The CARES Act also shielded renters from eviction in federally subsided or owned housing. Governor Newsom issued a statewide moratorium on residential evictions for renters who cannot pay their rent because of COVID-19 related economic hardships, which went into effect on March 27 and is valid through May 31, 2020.
     
    If COVID-19 has impacted your ability to pay all or part of your rent, you should:
    • Explain your financial situation to your landlord and discuss how much you are able to pay
    • Save all financial documents
    • Pay as much of your rent as you can
    If your landlord is attempting to evict you for not paying rent and you took all of the above steps, contact a local legal aid provider. To find a legal aid provider in California, visit https://www.lawhelpca.org/. 
     
    Resources for Small Businesses

    If you are a small business owner, charitable or veterans service nonprofit organization, sole proprietor, or independent contractor, Congress has created programs to help you stay afloat during this crisis. 

    SBA Economic Injury Disaster Loan (EIDL)

    On March 6, President Trump signed a bipartisan emergency funding package to address coronavirus. I am pleased that this bill included language I advocated for that would provide emergency loans to small businesses that are impacted by the outbreak. If you or somebody you know has a small business impacted by coronavirus, please reach out to the Small Business Administration (SBA) for more information here. There, you can apply for an SBA Economic Injury Disaster Loan (EIDL), which can quickly provide your business with up to $2 million in low-interest financing with deferred repayment to help your business during this crisis, as well as a $10,000 emergency grant. To apply for an EIDL, follow this link and be prepared to provide the following information to SBA:

    • Your most recent tax return information
    • Authorization for IRS to share documents with SBA
    • Financial statements
    • Scheduled liabilities for your business

    Paycheck Protection Program

    On March 27, 2020, President Trump signed the Coronavirus Aid, Relief, and Economic Security (CARES) Act which created the new Paycheck Protection Program, or PPP, to further assist small businesses during this outbreak. The PPP offers up to $10 million in zero-fee, low-interest financing and gives borrowers the opportunity to receive up to 8 weeks of loan forgiveness for operating expenses and payroll costs provided they retain their employees. 

    More information on the PPP, including a sample application form, is available from the SBA website at this link. To find a participating lender near you, use the Lender Match tool at this link

    Resources for Your Business

    For assistance with your EIDL or PPP application, consider contacting your local Small Business Development Centers (SBDC) at Pasadena City College or the University of La Verne. The Los Angeles SBDC network has also compiled a resource guide for small businesses during the COVID-19 crisis, which you can find here. You can also find updated information on resources and loan information from the House Small Business Committee here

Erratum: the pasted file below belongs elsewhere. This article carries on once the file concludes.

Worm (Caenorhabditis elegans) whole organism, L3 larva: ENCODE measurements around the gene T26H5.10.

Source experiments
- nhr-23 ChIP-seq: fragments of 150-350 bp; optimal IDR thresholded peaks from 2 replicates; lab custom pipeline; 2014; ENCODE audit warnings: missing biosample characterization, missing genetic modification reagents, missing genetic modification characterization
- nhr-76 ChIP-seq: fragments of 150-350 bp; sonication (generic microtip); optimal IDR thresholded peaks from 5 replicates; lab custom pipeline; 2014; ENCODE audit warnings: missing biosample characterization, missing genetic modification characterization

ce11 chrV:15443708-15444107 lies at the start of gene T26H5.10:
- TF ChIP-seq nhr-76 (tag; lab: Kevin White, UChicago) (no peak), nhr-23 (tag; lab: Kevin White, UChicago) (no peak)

Resources for Healthcare Providers

    A number of our healthcare providers in the San Gabriel Valley are suffering from a shortage of personal protective equipment (PPE) and medical supplies. Below you will find resources for contacting the Food and Drug Administration (FDA) and other clearinghouses to help fill these much-needed gaps.

    Testing

    • 24/7 Hotline for Diagnostics:  For developer, lab, manufacturer or health care provider with questions about testing or if you are experiencing spot shortages of testing, personal protective equipment, or other supplies, please call our toll-free line at 1-888-463-6332 (1-888-INFO-FDA), then choose option (*). The line is available 24 hours a day to help address difficulties obtaining supplies for collecting patient samples for COVID-19 testing, including swabs, media needed for transport, and conservation of the samples – among other things. Please note, however, that FDA does not control the production volume or distribution of medical devices.
    • Frequently Asked Questions about COVID-19 Diagnostic Tests: FDA has generated FAQs and posted them on our website for all who are involved in test development for COVID-19s. FDA updates these FAQs on a rolling basis, often daily as issues arise. Your constituents can access these FAQs here.
    • Emergency Use Authorization (EUA) for COVID-19 Diagnostic Tests:  If you need additional information for completing the EUA template, would like to know how to submit Pre-EUA/EUA submissions to FDA, or wish to consider an alternative specimen type, please contact the Division of Microbiology Devices at (301) 348-1778 or email CDRH-EUA-Templates@fda.hhs.gov. Please note that FDA is unable to provide information on the status of any individual submissions (this is generally confidential commercial information).

    Personal Protective Equipment: 

    For healthcare providers with questions or those who are  experiencing spot shortages of personal protective equipment or other supplies, call  1-888-463-6332 (1-888-INFO-FDA), then choose option (*). The line is available 24 hours a day to help address difficulties obtaining supplies. Please note, however, that FDA does not control the production volume or distribution of medical devices.

    Vaccines and other Biological Product Candidates:

    Biological product sponsors, including vaccine developers, wishing to develop vaccines can email industry.biologics@fda.hhs.gov or call 1-800-835-4709 for further information.

    Therapeutics and other Drug Product Candidates:

     Sponsors wishing to develop therapeutics are encouraged to submit information and questions via the Pre-IND Consultation program. Visit the FDA website here for additional information on this program.

    Clinical Trials:

    Sponsors who have questions regarding the conduct of clinical trials impacted by COVID-19 should contact clinicaltrialconduct-COVID19@fda.hhs.gov

    Drug Shortages:

    If a healthcare provider has questions or concerns about a drug shortage, related or unrelated to COVID-19, they should contact CDER’s Division of Drug Information (DDI) at 855-543-3784, 301-796-3400, or druginfo@fda.hhs.gov. Also, FDA's Drug Shortage web page has information related to current shortages. 

    Issues: